Scoring and keying multiple choice tests: A case study in irrationality [Book Review]

Mind and Society 4 (1):3-12 (2005)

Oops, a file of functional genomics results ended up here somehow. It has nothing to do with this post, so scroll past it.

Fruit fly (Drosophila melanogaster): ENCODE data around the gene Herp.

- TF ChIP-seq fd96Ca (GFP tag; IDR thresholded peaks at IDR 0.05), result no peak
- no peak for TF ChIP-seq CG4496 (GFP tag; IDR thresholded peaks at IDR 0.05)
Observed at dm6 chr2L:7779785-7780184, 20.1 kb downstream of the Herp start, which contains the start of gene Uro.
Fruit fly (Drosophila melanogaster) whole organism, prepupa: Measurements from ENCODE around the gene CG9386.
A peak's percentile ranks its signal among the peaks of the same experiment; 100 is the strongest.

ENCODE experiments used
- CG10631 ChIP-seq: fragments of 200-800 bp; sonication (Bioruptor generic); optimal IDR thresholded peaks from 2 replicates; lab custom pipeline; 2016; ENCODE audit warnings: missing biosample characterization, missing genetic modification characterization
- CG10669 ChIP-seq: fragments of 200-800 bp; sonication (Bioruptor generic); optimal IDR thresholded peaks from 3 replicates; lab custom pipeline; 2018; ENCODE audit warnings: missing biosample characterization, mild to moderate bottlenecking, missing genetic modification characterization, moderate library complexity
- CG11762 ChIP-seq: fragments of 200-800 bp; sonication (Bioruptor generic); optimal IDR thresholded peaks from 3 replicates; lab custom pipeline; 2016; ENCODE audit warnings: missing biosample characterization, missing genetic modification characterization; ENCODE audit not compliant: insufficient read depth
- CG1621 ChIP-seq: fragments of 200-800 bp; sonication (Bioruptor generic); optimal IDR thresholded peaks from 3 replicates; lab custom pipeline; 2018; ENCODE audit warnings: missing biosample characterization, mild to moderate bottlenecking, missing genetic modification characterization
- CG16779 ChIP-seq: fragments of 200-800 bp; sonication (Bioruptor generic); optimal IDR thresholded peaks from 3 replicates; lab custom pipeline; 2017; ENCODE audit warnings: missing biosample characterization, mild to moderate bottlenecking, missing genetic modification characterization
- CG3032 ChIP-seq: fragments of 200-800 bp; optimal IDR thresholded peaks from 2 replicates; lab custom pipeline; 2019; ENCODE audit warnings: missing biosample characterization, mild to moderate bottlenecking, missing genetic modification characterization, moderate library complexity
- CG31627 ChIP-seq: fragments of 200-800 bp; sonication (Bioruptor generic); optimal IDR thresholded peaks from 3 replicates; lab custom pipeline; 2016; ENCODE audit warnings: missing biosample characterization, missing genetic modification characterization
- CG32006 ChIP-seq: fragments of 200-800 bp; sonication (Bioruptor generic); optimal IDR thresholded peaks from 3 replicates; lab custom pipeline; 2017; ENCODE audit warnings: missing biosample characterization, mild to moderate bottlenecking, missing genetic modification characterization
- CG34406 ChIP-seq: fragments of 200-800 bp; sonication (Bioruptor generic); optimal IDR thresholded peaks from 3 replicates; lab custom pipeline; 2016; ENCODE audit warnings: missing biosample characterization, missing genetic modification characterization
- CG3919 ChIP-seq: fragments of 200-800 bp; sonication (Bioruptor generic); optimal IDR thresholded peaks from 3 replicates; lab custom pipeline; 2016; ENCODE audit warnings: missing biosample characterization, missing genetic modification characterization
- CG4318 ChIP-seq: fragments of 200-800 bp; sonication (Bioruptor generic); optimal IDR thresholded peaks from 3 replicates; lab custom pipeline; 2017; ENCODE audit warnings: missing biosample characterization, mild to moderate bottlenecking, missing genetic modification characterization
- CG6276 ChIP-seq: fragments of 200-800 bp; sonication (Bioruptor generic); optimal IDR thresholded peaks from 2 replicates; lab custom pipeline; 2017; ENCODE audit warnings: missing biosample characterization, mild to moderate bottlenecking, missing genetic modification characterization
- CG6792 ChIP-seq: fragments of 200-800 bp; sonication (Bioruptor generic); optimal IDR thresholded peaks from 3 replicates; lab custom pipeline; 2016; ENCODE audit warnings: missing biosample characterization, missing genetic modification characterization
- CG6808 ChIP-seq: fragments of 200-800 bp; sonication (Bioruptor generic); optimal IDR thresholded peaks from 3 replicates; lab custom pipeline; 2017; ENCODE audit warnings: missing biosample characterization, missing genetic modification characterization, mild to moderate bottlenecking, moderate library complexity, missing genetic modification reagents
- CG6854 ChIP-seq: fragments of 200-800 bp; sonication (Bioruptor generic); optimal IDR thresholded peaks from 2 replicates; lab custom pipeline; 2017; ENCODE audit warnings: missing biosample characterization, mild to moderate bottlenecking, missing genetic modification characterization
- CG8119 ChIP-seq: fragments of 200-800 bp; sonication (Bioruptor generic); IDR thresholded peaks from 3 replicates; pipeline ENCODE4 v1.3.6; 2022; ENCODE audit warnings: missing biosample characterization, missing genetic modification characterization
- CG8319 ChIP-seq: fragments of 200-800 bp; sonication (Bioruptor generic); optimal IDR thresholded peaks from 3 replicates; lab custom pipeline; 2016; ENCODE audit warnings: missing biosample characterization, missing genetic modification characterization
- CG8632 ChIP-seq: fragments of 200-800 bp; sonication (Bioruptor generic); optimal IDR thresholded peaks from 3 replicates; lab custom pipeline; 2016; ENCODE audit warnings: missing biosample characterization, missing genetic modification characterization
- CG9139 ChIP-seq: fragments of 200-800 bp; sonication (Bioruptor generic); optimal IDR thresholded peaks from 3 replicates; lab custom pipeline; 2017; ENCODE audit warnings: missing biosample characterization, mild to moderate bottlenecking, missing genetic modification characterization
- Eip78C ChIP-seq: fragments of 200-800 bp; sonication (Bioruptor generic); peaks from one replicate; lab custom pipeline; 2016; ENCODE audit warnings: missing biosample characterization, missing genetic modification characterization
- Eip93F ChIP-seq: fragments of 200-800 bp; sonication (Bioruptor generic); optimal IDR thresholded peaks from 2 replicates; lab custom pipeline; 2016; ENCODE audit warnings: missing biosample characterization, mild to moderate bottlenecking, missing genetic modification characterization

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We offer a case-study in irrationality, showing that even in a high stakes context, intelligent and well trained professionals may adopt dominated practices. In multiple-choice tests one cannot distinguish lucky guesses from answers based on knowledge. Test-makers have dealt with this problem by lowering the incentive to guess, through penalizing errors (called formula scoring), and by eliminating various cues for outperforming random guessing (e.g., a preponderance of correct answers in middle positions), through key balancing. These policies, though widespread and intuitively appealing, are in fact ‘‘irrational’’, and are dominated by alternative solutions. Number-right scoring is superior to formula scoring, and key randomization is superior to key balancing. We suggest that these policies have persisted since all stake-holders – test-makers, test-takers and test-coaches – share the same faulty intuitions



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